responses it is both pastorally wise and beneficial.

    Good for you, Fr.Z!

  36. Joshua says:

    For those who want vernacular for some of the Rituals, that was already allowed in part. For America get the Collectio Rituum of 1955 (that was the most recent).

    I think the issue of dialogue Mass should not be forced. If a congregation would benefit, then the priest should direct them in it to the degree (there are 4 for low Mass, 3 for Sung Mass) that can be done in a fitting an appropiate manner. We tried doing a 2nd degree dialogue low Mass here. After a week the people stopped making the responses. So I think de Musica sacra should stand as is, and the rubrics for the 1962 Missal which, not only do that say that “every effort should be made” for a dialogue low Mass, but rather recognise many different forms of participation of the laity.

    As for deacons, again there were rules in force in 1962 that are crystal clear:
    1. The are the Extraordinary Ministers of Holy Communion. The priest and bishop are Ordinary Ministers
    2. It belongs to the priest to give the homily, whereas the deacon Sings the Gospel. But it coudl be permitted on occassion for a deacon to preach. (cf. the Roman Catechism on Holy Orders)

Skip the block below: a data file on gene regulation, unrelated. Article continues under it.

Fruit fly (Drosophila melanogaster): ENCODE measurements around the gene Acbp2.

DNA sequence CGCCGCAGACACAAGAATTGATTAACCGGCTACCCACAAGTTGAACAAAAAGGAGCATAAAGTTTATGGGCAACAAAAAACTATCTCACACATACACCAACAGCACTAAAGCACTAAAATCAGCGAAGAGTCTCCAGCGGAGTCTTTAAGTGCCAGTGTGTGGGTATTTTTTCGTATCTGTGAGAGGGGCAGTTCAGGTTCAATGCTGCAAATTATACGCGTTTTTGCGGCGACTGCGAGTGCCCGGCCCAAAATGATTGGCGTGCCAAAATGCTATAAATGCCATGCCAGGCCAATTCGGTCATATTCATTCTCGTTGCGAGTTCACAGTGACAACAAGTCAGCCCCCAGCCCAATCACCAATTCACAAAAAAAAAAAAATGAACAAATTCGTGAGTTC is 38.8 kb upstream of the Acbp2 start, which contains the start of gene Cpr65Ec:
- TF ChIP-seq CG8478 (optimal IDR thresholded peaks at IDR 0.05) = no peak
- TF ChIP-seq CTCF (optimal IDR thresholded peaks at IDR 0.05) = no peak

As for extreme unction

    As far as I can tell there is no newer and broader definition of danger of death. The rule is and has always been that there must be a danger of death from an internal cause, not that one had to be at thehour of death. Hence even in only theology manuals from the 1920’s the practice is reprobated where it is delayed, and the rule of, if the disease gets worse it can be repeated, is given. Unfortuantely we have went from one abuse, delaying it too much, to another, giving it when there isn’t danger of death. For instance, before a surgery for a non life threatenining condition.

    The one clarification/modification I would like to see is this:
    1. The Pater Noster in low and High Masses. It is clear that in the year 1962 there was an option for it to be said, with Amen said aloud at the end, with the priest in low Mass, but not in Sung Mass. This can cause confusion.